The dissertation (105p. PDF) is a snapshot of transit and transportation issues in Los Angeles during a period of unprecedented growth. But what made this particular period so critical in Los Angeles history vis-a-vis the need for relieving traffic congestion?
Consider the intense growth in vehicle registration in Los Angeles County in the preceding years:
According to the State Department of Motor Vehicles, Los Angeles County had 43,099 vehicles registered in 1914.
By 1922, that number had exploded to 172,313.
In just 8 years, the number of cars on the streets of Los Angeles had quadrupled.
The author also analyzes pedestrian traffic, regulation of traffic, the Los Angeles Railway and Pacific Electric Railway systems, and downtown parking.
He concludes that the downtown street area is insufficient for present traffic, street area is inefficiently used, outlets for traffic are insufficient, and that increasing efficiency is practically impossible due to the railway systems in operation at the time. He goes on to discuss the 2nd Street Tunnel project, the opening of 5th Street, the Pacific Electric tunnel, and plans for a Union Passenger Station.
The Union Station blueprints and plans are an interesting collection of various proposed terminals and locations, including this three-dimensional Grade Crossing Elimination And Union Depot Plan, as adopted by Southern Pacific Company, Los Angeles & Salt Lake Railroad and Pacific Electric Railway.
Mr. Terrass proposes several recommendations in his conclusion. These include rerouting nearly all Pacific Electric tracks and elevating them, a Spring Street subway, new tunnels, street widening, and amendment to the City Charter allowing private capital to be used in building subways or elevated railways on public property.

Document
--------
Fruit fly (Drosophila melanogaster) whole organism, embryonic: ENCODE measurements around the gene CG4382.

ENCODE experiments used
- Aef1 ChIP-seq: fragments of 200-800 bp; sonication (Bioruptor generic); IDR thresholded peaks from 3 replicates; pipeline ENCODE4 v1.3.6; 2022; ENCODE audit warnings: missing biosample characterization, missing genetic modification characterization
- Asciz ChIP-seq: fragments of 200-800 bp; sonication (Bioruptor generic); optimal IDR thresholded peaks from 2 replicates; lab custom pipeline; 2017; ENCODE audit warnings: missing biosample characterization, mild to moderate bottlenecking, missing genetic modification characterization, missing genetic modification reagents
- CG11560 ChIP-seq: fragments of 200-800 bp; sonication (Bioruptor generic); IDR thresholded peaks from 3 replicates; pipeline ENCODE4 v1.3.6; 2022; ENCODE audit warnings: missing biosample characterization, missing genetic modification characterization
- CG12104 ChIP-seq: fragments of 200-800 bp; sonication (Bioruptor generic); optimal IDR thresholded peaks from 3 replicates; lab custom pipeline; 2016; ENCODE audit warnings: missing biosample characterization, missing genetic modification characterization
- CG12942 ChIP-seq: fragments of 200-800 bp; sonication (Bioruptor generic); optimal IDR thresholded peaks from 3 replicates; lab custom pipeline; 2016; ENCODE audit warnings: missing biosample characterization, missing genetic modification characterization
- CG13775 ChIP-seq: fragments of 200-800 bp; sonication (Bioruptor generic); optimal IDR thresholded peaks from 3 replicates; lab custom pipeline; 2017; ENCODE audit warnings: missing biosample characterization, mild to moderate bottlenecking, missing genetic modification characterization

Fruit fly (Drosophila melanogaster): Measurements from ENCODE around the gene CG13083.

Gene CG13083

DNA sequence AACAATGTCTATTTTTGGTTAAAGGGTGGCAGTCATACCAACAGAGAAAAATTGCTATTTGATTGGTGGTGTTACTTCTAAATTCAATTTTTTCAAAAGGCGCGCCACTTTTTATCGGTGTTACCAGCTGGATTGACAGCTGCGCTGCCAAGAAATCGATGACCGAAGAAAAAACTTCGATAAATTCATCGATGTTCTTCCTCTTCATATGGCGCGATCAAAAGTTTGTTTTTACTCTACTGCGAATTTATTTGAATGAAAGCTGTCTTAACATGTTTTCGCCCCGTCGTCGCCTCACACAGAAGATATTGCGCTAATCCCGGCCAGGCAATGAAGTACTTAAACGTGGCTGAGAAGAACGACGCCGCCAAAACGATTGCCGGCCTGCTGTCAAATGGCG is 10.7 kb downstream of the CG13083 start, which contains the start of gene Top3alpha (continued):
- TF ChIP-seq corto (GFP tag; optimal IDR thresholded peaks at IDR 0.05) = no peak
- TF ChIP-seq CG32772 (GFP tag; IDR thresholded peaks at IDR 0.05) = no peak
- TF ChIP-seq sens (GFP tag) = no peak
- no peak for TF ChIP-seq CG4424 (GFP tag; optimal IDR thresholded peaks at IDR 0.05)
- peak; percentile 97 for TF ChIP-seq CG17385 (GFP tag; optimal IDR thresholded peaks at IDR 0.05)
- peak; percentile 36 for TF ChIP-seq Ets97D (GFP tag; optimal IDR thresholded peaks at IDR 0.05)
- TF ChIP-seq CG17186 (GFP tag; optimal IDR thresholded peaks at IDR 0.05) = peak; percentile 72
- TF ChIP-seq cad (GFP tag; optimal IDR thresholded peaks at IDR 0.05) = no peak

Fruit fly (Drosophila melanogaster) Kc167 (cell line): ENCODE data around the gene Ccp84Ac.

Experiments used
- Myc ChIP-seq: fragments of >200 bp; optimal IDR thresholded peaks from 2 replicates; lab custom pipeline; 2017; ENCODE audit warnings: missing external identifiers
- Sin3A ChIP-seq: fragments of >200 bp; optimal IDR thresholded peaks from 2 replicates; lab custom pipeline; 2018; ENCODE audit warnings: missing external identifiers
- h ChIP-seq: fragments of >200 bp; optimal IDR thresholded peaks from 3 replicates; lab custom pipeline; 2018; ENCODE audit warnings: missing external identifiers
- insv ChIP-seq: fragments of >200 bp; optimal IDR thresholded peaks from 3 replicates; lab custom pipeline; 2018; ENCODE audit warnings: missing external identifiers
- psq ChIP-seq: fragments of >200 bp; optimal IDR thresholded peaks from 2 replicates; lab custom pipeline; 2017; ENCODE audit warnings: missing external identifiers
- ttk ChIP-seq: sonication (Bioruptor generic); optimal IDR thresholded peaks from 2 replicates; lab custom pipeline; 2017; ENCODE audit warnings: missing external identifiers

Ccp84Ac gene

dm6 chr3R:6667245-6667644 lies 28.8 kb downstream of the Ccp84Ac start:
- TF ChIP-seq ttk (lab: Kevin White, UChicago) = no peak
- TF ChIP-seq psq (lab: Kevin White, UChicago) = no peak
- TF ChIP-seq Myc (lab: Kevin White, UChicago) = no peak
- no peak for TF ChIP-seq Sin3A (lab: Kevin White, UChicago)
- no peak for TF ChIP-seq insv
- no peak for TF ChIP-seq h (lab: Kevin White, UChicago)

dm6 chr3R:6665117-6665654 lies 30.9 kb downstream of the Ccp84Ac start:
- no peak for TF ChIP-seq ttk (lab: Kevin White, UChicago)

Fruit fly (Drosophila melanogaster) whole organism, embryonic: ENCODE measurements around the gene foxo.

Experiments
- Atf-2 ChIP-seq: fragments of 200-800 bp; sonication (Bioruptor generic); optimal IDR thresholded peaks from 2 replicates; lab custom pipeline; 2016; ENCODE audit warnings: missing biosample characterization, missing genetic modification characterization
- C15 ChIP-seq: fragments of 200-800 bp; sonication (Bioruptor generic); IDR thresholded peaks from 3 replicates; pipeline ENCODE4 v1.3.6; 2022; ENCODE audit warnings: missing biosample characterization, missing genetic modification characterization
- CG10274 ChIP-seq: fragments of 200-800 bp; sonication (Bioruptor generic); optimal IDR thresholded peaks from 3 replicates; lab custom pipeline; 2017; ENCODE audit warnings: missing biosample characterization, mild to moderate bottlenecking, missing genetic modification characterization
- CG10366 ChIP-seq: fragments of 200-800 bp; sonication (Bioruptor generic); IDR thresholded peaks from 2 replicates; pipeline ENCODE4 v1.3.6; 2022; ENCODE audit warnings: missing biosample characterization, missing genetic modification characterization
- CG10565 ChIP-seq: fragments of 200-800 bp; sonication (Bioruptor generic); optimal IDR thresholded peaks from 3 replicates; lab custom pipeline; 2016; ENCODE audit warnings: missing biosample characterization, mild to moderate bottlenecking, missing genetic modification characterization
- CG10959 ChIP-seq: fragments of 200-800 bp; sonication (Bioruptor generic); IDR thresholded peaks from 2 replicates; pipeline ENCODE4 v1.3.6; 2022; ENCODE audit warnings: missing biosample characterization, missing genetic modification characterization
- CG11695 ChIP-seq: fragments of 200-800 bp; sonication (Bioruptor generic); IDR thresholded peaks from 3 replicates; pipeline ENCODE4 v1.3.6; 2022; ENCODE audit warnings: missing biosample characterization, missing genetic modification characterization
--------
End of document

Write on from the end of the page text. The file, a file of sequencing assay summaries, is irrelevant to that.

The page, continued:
Among the many maps and charts in the document is the "Official Transportation and City Map of Los Angeles California and Suburbs." The original is quite a large fold-out page, so the file size has been compressed in order to be rendered readable and presented here in two parts.
If you've ever visited the Metro Transportation Library on the 15th Floor of the Gateway Plaza Headquarters, you may have noticed a similar map mounted on the wall near the entrance. That map, circa 1928, also features the Pacific Electric Railway (Red Car) and Los Angeles Railway (Yellow Car) lines. as Olympic Boulevard had not yet been renamed (from Country Club Drive) and re-aligned through the Mid-City area in time for the 1932 Olympic Summer Games in Los Angeles.
A noticeable difference between the two maps is that the 1922 rendering shows large swaths of undeveloped property west of La Brea and Highland. By 1928, the area had been entirely developed - a testament to the explosive growth of Los Angeles in the 1920s, during which the city's population more than doubled.